Magazine article Economic Trends

What Shape Is Commercial Bank Capital In?

Magazine article Economic Trends

What Shape Is Commercial Bank Capital In?

Article excerpt

03.22.13

Regulators require banks to maintain a certain level of capital. Those requirements are put into place to ensure that banks will have enough of a cushion to maintain their daily activities in the event of an unforeseen shock. Due to the nature of bank debt, regulators focus on bank capital--the difference between a banks assets and its liabilities--when they are overseeing the safety and soundness of individual banks and the banking system overall.

Bank debt differs from corporate debt because the U.S. government provides certain guarantees for people who hold bank debt. Programs such at the Federal Deposit Insurance Corporation (FDIC) reduce the incentives of debt holders to require higher interest rates from firms that partake in riskier behavior. So bank capital requirements are in place to provide adequate incentives to bank managers to manage the banks risk well.

Since 2009 the total liabilities of commercial banks have remained relatively steady, as total assets have slowly crept up over time. With the exception of the first quarter of 2012, the difference between total assets and liabilities has had an upward trend.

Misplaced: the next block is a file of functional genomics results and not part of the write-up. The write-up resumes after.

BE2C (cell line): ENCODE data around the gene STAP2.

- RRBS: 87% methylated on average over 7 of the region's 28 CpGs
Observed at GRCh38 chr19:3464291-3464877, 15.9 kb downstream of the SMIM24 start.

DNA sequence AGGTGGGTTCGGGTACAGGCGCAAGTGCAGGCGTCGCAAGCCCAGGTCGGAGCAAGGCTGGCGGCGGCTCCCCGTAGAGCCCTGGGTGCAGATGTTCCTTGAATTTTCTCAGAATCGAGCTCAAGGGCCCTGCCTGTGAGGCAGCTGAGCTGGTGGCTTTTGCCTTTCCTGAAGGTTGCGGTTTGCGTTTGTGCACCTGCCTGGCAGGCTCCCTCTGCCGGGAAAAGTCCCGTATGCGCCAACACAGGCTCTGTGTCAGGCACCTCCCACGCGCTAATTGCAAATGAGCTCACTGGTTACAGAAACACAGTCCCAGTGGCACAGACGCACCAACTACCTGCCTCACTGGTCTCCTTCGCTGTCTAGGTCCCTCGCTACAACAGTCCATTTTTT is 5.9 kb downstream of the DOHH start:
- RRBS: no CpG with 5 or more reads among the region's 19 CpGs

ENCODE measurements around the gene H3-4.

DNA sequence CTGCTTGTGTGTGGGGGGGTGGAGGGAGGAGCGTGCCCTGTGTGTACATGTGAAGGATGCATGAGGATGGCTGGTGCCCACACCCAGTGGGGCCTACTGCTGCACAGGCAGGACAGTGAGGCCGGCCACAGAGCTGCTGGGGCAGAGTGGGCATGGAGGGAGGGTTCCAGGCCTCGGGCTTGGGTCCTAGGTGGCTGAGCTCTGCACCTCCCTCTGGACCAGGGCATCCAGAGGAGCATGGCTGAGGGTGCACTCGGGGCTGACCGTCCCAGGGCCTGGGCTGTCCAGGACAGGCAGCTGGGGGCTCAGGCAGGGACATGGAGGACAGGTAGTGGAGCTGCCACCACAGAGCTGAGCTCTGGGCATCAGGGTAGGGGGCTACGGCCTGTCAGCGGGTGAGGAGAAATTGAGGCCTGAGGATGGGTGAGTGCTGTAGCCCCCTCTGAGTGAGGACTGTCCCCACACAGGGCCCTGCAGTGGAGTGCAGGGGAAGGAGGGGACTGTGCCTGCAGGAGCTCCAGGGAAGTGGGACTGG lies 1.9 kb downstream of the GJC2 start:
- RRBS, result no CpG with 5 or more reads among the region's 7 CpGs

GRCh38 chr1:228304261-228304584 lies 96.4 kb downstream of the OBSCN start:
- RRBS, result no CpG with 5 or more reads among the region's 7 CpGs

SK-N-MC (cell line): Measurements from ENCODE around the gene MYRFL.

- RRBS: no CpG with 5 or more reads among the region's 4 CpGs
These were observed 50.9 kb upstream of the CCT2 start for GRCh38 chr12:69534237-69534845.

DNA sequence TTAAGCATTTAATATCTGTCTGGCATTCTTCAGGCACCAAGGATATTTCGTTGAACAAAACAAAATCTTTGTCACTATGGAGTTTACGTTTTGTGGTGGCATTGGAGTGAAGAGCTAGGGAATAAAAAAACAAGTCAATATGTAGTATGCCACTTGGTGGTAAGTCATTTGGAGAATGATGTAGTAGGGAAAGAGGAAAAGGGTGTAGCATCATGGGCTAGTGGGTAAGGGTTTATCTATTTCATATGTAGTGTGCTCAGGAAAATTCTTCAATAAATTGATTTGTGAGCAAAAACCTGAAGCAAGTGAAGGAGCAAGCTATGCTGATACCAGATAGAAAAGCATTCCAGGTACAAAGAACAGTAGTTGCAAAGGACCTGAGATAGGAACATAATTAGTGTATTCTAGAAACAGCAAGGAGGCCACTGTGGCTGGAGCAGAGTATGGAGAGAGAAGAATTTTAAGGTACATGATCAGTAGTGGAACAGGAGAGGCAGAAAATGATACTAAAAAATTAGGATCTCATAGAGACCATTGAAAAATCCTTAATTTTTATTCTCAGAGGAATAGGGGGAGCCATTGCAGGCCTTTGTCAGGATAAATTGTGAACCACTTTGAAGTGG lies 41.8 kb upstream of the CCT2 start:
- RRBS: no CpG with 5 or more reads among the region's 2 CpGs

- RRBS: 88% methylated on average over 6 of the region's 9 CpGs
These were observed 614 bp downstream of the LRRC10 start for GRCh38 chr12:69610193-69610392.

Bank capital is often defined in tiers or categories. Different tiers include shareholders' equity, retained earnings, reserves, hybrid capital instruments, and subordinated term debt. The minimum capital required is specified as a percentage of the risk-weighted assets of the bank. Tier 1 capital is the book value of a bank's stock plus its retained earnings. Tier 2 capital is loan-loss reserves, some preferred stock, and subordinated debt. Total capital is the sum of Tier 1 and Tier 2 capital. Assets such as cash and equivalents and government securities are assigned a risk weight of zero. Yet interbank loans have a 0.2 risk weight, and mortgage loans have a risk weight of 0. …

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